How to use Image Tags to Improve your SEO

There’s no denying that images on a website are important. We process images 60,000 times faster than words. They enhance user experience, reinforce your message and make web pages more appealing.

The benefits don’t stop there – with images there’s more to good SEO than meets the eye. We’re talking about image alt tags.

If you’ve read our blog post on the importance of meta tags you’ll know how integral they are for any SEO strategy.

In this post we’re going to talk about another type of tag used in SEO – the image tag, or sometimes referred to as alt tag. Although not strictly a meta tag, image tags are used by search engines to help identify your website content, improve your ranking for relevant terms and make your site accessible.

So, why are alt tags so important and how can you make sure you are utilising them fully?

Alt and Title Tags explained

If your website has images they will have a HTML image tag which looks like this:

<img src=”image.jpg” alt=”image description” title=”image tootltip”>

There are two descriptions you should focus on with images – the alt tag and title tag:

  • Title tag: this is the text that appears when you hover your mouse over the image.
  • Alt tag: this is what appears when the image has trouble loading or can’t be rendered.

image title tag for SEO

The alt tag also has another very useful purpose. It’s what’s used by the visually impaired or blind to tell them what the image is about, thus, making your site accessible to every searcher.

Alt tags as meta tags for images

 

Of the two, alt tags are the most significant. These are what tell Google what your image is about.

Image recognition technology in search has improved leaps and bounds over the past few years. But, search crawlers are still unable to actually see images. That’s why we need alt tags.

alt tags for SEO

Alt tags are important because:

  • Without alt tags, search engines can’t read images without text
  • The alt tag is your chance to describe your image to Google. This provides context, making your site more searchable
  • Alt tags are another opportunity to include a target keyword/s
  • Not labelling your images is poor user experience and makes your site inaccessible to those with visual impairment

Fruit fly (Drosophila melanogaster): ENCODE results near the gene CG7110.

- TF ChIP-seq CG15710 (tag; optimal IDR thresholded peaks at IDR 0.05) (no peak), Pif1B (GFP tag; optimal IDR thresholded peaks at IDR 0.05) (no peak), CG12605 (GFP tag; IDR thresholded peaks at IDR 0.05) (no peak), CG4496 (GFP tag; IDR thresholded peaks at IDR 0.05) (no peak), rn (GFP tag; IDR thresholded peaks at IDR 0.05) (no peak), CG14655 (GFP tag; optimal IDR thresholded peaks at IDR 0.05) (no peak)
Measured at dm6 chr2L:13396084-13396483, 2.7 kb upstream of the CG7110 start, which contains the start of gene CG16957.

• If you decide to use an image as a link, the alt text is also useful as anchor text.
  • You might rank differently for your images than your text. This means in a highly competitive keyword you can get to the top for your image much faster than for text.

Failing to fill in the alt tag could mean you miss out on ranking, or rank for irrelevant terms too.

Top tips for writing awesome Alt Text

We’ve established that alt tags are important, so how do you create great alt text?

  • Make it useful: create text that is useful, informative and relevant. Let’s say we have an image of a chocolate bar. You could have alt text that reads ‘chocolate.’ But this is rather vague. ‘Dark, mint flavoured chocolate bar’ is far more descriptive. This Google a full understanding of your image and content, meaning it’s more likely to rank you for a relevant search.
  • Keep it succinct: although it needs to be descriptive, it should also be concise. Aim to hit around 100 – 125 characters. After 125 the alt text is cut off.
  • Use keywords: alt text is a great space in which to use a chosen keyword/s, helping to tell search engines that your page is relevant to a certain search term, improving your SEO. But, make sure it sounds natural. Only include a keyword if you can incorporate it seamlessly. That takes us on to our next point.
  • Avoid Keyword Stuffing: don’t overdo it with the keywords. In other words, don’t fall into the trap of keyword stuffing. Your text needs to make sense. It shouldn’t be a string of keywords that don’t formulate a sentence.
  • Ensure it’s accessible: your alt tag needs to be helpful. Its purpose it to make your image accessible to someone with impaired vision. Considering that there are over 2 million people in the UK living with sight loss your alt text needs to be descriptive and easily understood. You can test your content for accessibility to make sure it’s suitable.
  • Avoid the obvious: avoid including ‘picture of’ or ‘image of’ as this is implied, so there’s no need to waste your word count confirming it.

So, what does that look like?

Let’s look at an example. Let’s say our image is of a Bulldog with ball. Here’s what you should do and avoid:

BulldDog_with_ball

Bad: alt=””

Better: alt=”dog”

Best: alt=”Bulldog with a ball” 

To be avoided: alt=”dog doggy doggies bulldog cute dog”

The last is an example of keyword stuffing. It doesn’t concisely and accurately describe our image. This is likely to be considered spam by Google which is detrimental to your search engine ranking.

Always read your alt tag out loud to ensure that it makes sense and accurately describes the image.

Alt tag and title tag

 

The title tag doesn’t have a direct effect on your SEO. But, as it appears when the mouse hovers over the image, it could be a good idea to include a CTA where appropriate.

For example, if your image consists of a product, your title text may read ‘buy it now’ or ‘find out more.’ This could increase your click through rates and drive conversions.

Next Steps – ready to perfect your image tags?

 

Image tags help improve your site’s accessibility and can elevate your SEO. That’s why it’s important to spend time on getting them right. It’s the little things that can make a big difference.

If you’ve got a question on website optimisation or SEO get in touch! Here at Report Central we’re sticklers for detail. We look at every element of your website and content to find the little things that make a huge difference.

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